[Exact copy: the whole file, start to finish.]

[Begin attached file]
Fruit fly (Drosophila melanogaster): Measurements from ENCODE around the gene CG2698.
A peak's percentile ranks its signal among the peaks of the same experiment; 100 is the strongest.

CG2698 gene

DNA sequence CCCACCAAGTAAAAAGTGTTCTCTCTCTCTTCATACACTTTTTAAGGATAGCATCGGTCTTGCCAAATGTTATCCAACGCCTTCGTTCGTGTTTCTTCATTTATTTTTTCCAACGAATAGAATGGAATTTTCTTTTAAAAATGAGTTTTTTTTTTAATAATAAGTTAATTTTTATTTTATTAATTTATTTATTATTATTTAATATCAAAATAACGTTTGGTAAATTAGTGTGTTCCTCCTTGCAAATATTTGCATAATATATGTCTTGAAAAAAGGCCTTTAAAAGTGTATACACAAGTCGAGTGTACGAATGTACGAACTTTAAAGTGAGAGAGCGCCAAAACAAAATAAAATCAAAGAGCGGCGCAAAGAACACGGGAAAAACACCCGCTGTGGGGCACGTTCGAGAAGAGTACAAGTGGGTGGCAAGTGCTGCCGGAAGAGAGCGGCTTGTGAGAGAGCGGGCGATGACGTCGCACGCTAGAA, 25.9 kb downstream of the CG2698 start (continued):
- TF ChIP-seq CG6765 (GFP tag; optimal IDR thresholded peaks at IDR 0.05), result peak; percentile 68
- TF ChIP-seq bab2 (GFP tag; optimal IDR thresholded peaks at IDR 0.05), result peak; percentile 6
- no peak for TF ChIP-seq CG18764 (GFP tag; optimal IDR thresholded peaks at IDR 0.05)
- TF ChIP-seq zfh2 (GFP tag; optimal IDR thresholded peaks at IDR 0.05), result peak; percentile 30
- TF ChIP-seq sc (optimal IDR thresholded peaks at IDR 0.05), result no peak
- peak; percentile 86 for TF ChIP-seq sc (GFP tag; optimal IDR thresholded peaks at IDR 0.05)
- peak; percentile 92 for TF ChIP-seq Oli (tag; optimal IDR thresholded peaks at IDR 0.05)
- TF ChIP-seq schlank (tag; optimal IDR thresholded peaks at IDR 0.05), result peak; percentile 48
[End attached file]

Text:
Fruit fly (Drosophila melanogaster): Measurements from ENCODE around the gene CG2698.
A peak's percentile ranks its signal among the peaks of the same experiment; 100 is the strongest.

CG2698 gene

DNA sequence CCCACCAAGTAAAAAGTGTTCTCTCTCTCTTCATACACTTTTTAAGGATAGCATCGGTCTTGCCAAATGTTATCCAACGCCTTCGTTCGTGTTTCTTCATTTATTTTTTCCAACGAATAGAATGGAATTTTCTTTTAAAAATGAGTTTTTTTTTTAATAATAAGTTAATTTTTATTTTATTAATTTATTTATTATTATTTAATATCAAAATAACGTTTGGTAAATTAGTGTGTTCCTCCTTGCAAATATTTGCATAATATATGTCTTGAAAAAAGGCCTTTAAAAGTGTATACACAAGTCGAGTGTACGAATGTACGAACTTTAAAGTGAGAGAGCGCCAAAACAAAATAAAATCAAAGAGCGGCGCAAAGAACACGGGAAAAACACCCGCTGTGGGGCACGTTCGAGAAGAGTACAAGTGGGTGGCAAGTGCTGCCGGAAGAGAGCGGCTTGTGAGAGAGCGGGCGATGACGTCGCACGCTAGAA, 25.9 kb downstream of the CG2698 start (continued):
- TF ChIP-seq CG6765 (GFP tag; optimal IDR thresholded peaks at IDR 0.05), result peak; percentile 68
- TF ChIP-seq bab2 (GFP tag; optimal IDR thresholded peaks at IDR 0.05), result peak; percentile 6
- no peak for TF ChIP-seq CG18764 (GFP tag; optimal IDR thresholded peaks at IDR 0.05)
- TF ChIP-seq zfh2 (GFP tag; optimal IDR thresholded peaks at IDR 0.05), result peak; percentile 30
- TF ChIP-seq sc (optimal IDR thresholded peaks at IDR 0.05), result no peak
- peak; percentile 86 for TF ChIP-seq sc (GFP tag; optimal IDR thresholded peaks at IDR 0.05)
- peak; percentile 92 for TF ChIP-seq Oli (tag; optimal IDR thresholded peaks at IDR 0.05)
- TF ChIP-seq schlank (tag; optimal IDR thresholded peaks at IDR 0.05), result peak; percentile 48